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I have been using the Rails console a fair bit lately and its making me curious. Commands like

>> app.get("/")
=> 200
>> app.html_document.to_s

make me curious about how does Rails works in memory. Can anyone explain what's going in there? What objects are getting instantiated when and when do they get destroyed?

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3 Answers 3

That question is a little too complicated to answer. There's probably a ton going on, depending how complicated the app is.

Ruby allocates memory for objects it needs to create on the fly. When objects drop out of scope, they are marked unused and the garbage collector frees the memory.

However, class variables and global variables, etc can prevent objects from dropping out of scope.

I wouldn't worry about it too much. If you ever have memory issues in a production application, just switch to Ruby Enterprise and many of them will magically go away. :)

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On a more general note, _why wrote an excellent piece on Ruby memory management / garbage collector some years ago.

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up vote 0 down vote accepted

After a little time and a lot of reading, here is a minimal answer to my own question since this is still being viewed by a steady trickle of people. Keep in mind that I am still new to Rails and this is simply my understanding of it after about two months of working with it.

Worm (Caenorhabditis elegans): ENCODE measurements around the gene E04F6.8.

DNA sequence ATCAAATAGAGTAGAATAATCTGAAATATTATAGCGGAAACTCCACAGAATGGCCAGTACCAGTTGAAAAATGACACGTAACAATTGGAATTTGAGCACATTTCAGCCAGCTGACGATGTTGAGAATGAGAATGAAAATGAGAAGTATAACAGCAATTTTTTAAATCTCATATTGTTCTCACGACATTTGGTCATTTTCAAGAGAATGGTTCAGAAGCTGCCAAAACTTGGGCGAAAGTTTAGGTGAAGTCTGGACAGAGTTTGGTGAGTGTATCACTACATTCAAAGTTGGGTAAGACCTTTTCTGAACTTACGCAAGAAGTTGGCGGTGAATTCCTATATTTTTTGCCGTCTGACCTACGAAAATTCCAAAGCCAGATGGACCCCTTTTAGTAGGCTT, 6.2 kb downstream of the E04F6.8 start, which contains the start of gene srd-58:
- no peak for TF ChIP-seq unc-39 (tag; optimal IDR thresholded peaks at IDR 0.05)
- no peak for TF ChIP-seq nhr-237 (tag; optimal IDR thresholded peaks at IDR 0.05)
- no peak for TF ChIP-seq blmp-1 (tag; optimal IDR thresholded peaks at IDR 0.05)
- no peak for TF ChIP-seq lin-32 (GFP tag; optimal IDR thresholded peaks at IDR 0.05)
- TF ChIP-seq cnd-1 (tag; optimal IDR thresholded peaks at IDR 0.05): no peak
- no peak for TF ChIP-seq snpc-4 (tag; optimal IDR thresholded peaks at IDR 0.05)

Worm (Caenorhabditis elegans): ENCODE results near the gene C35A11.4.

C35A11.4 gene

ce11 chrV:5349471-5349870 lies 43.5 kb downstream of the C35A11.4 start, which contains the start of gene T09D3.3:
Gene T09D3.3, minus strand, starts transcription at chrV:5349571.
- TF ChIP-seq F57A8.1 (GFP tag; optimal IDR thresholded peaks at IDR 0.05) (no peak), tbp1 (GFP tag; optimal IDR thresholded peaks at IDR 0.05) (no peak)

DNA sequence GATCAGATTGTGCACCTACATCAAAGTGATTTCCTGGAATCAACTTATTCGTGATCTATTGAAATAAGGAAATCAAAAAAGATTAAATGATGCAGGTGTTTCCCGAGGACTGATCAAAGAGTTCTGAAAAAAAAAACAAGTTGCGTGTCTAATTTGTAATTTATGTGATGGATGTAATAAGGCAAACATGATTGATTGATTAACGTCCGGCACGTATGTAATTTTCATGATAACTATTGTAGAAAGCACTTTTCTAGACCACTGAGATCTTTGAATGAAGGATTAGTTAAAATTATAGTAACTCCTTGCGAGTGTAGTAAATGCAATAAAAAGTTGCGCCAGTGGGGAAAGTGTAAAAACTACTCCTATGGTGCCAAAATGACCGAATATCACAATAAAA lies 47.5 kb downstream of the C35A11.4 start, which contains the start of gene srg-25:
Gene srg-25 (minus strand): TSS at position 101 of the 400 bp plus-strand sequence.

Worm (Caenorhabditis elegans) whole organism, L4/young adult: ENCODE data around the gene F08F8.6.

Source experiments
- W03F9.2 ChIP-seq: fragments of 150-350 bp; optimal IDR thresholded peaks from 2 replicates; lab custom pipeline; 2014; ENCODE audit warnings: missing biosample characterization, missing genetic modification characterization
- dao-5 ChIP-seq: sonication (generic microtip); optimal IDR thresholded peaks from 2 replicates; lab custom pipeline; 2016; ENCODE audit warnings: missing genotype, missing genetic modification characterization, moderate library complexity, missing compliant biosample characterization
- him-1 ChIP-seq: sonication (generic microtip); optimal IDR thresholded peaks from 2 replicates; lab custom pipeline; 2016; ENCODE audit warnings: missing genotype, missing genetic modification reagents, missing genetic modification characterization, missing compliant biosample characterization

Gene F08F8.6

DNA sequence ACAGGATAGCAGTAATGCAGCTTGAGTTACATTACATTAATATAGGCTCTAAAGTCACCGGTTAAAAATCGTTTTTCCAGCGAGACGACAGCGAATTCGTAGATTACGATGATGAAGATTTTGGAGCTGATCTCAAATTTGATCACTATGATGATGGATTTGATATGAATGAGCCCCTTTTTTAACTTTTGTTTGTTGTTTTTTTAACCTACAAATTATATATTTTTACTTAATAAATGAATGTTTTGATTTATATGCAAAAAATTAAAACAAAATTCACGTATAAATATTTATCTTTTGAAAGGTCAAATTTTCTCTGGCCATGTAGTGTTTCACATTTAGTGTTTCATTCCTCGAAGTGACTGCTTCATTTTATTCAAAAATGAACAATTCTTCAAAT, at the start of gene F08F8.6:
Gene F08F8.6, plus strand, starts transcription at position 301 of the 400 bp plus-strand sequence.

What get instantiated when is effected by your environment settings because class loading (among other things) is handled quite differently in development vs production. The bare essentials can be gleaned from reading the comments the files in config/environments/

# In the development environment your application's code is reloaded on
# every request.  This slows down response time but is perfect for development
# since you don't have to restart the webserver when you make code changes.


# The production environment is meant for finished, "live" apps.
# Code is not reloaded between requests

Aside from that, general flow is illustrated in all the typical MVC diagrams (dispatcher > controller > model > controller > view ) and while true, there are tonnes of other classes instantiated along the way. An exhaustive list would be exactly that, exhausting.

For those interested in the details (at least all the details that matter) but not sure where to go, the book "The Rails Way" by Obie Fernandez is very worthwhile and deals with this rather extensively.

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